It is crazy how the experiences that hurt the most are the ones that shape you into who you really are. When I finally started to open my eyes, I realized that it's okay to leave behind what does not allow me to grow. Whether it was a friendship, a job, or a part of me that was toxic. I started to love the parts of me that I thought were ugly. I started to uphold my boundaries and not betray my heart to satisfy others. Once I stepped away from the thoughts, people, and limiting beliefs that held me back, I gained a stronger sense of self-love and self-respect.
Where I Am Now
I am proud to say that everything I have been through I am thankful for. I believe that God only gives you what you can handle, even if you thought you couldn't bear it. In this 25 years of life I have accomplished and overcome more than I ever imagined. I have gained a higher sense of self-love which also allows me to love others in a healthier way without draining my energy. I have built a sacred space within myself where I feel loved, safe, and understood.
Whether you’re learning to love yourself, discover yourself, or healing; I want you to remember that embracing your emotions is nothing to be afraid of. Do not fear feeling and expressing how you feel. Most importantly, stay true to yourself always.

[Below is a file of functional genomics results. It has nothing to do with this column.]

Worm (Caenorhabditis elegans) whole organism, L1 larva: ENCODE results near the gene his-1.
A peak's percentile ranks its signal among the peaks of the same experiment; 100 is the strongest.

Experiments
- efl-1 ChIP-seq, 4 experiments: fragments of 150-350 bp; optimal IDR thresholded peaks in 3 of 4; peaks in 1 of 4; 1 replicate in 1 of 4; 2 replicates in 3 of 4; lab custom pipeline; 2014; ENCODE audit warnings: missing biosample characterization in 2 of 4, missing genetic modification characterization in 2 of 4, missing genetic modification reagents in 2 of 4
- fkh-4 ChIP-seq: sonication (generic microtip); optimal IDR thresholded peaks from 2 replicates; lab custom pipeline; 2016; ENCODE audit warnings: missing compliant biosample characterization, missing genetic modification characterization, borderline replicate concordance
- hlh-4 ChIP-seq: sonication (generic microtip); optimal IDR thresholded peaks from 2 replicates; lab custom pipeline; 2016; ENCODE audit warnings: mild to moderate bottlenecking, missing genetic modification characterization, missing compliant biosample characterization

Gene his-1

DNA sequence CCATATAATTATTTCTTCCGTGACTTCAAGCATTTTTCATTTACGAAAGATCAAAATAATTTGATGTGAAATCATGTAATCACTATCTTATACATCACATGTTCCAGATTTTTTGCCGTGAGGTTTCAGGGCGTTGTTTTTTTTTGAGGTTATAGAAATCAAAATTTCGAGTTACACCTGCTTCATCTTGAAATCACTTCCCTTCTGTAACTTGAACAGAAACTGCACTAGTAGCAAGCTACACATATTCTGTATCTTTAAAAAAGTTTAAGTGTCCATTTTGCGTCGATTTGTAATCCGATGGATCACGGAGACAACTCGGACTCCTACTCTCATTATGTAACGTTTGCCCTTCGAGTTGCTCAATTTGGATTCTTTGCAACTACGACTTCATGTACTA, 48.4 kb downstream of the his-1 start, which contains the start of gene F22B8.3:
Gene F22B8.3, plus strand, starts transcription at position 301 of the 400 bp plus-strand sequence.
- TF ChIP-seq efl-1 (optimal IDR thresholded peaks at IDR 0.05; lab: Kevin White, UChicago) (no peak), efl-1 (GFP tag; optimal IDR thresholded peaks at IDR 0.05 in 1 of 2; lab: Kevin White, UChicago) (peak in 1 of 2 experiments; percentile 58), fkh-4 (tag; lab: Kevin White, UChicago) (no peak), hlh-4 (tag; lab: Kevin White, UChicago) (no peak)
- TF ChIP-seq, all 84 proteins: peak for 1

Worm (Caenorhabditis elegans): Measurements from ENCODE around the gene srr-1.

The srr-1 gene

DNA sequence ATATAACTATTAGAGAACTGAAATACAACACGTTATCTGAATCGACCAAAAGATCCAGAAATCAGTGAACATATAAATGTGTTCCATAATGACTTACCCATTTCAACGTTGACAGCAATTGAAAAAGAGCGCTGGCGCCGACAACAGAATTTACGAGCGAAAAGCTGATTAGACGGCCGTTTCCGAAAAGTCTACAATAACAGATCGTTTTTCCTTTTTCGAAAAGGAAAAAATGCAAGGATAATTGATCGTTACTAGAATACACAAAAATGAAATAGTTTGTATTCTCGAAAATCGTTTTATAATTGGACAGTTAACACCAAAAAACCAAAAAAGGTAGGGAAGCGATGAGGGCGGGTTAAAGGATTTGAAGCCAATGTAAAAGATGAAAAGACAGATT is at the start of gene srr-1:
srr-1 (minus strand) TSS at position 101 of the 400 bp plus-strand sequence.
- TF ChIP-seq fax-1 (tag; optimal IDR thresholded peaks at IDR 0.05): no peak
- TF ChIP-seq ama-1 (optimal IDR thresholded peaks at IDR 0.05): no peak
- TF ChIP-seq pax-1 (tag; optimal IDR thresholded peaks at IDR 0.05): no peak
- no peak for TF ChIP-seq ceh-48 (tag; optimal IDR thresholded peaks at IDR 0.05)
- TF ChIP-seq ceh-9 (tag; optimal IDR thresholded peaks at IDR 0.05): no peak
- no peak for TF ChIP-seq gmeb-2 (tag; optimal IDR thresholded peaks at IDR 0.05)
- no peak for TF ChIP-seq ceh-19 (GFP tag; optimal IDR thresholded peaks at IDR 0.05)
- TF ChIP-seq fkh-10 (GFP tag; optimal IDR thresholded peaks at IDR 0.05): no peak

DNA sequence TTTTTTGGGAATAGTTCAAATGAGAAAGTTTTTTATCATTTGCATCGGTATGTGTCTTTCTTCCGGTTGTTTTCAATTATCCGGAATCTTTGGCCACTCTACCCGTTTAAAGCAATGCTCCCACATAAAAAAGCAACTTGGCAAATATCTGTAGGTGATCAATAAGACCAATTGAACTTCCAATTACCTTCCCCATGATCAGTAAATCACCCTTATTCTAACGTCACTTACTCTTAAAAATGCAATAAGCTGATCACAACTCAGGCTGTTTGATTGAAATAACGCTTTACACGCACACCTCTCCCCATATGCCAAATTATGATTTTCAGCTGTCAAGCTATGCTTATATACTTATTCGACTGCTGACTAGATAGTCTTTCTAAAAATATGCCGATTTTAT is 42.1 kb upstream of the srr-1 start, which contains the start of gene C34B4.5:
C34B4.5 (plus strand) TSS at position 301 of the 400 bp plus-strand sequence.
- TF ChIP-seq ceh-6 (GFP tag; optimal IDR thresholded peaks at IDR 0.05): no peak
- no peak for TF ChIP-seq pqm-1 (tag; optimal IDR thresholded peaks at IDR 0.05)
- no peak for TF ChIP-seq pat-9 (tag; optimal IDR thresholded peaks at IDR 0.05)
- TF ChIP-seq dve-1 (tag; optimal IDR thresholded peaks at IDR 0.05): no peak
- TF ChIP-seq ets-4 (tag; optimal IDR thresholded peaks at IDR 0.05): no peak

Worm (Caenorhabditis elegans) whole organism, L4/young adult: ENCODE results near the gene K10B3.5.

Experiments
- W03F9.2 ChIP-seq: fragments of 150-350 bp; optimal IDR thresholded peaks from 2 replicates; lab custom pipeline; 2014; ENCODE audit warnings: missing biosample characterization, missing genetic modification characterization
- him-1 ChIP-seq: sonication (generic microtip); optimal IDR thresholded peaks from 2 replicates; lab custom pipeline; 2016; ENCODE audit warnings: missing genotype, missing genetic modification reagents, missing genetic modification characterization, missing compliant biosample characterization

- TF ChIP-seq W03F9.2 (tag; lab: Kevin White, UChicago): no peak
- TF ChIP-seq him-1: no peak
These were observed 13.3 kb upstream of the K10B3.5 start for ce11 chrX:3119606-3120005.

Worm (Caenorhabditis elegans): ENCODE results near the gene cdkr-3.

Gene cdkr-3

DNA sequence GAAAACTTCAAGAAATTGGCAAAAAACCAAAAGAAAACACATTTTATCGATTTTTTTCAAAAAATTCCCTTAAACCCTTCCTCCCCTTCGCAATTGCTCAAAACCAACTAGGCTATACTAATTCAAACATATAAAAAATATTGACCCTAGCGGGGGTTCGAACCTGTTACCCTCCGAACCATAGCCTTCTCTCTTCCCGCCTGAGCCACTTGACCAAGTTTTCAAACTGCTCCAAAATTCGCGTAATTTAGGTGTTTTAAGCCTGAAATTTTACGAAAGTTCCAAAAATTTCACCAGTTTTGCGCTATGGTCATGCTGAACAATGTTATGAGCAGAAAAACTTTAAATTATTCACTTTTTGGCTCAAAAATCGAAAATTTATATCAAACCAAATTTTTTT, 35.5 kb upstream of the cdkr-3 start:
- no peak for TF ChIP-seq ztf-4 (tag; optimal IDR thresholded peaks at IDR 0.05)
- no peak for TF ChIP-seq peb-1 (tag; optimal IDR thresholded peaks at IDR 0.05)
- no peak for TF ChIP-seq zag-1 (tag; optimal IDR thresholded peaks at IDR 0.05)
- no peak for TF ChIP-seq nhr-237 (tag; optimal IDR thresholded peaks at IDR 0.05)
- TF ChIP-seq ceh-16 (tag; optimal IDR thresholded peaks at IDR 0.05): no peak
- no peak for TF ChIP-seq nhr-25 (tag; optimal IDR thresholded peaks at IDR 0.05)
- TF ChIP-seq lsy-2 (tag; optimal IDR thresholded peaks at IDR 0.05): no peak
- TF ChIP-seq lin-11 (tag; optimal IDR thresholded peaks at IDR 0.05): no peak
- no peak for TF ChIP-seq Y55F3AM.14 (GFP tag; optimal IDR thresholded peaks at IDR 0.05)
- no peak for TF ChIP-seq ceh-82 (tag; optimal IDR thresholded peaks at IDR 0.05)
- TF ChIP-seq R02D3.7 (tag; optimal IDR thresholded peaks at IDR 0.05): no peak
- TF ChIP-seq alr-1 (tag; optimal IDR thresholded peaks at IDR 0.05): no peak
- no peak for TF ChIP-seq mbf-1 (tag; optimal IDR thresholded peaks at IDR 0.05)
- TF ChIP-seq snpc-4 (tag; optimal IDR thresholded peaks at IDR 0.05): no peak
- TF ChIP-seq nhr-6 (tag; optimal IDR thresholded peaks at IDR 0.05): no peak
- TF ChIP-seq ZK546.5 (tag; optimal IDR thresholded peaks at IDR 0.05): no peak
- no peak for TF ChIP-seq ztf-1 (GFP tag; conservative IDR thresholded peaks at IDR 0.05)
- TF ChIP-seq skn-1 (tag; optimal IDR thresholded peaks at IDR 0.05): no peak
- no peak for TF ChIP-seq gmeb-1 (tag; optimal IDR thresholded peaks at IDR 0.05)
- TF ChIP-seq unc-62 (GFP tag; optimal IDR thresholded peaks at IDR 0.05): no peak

This is what I want to you take away from my story as you embrace your journey of growth, self-love, and discovery:
- Fall in love with who you were, who you are, and who you want to be.
- Growth is a continuous cycle with no expiration date.
- Give yourself the patience, space, compassion, and gentleness that you need through your journey in life.
- Use your emotions to think, not think with your emotions.
- You have a responsibility to yourself. Make yourself a priority in everything you do. And don't forget to love yourself wholeheartedly.
The darkest night
gave birth to the brightest star.
She bloomed in adversity.
Firestone, L. (2017, September 15). Empaths: Is being an empath a superpower or a super-stressor? PsychAlive. https://www.psychalive.org/empaths/
Connect with Dhayana: @dhayanaalejandrina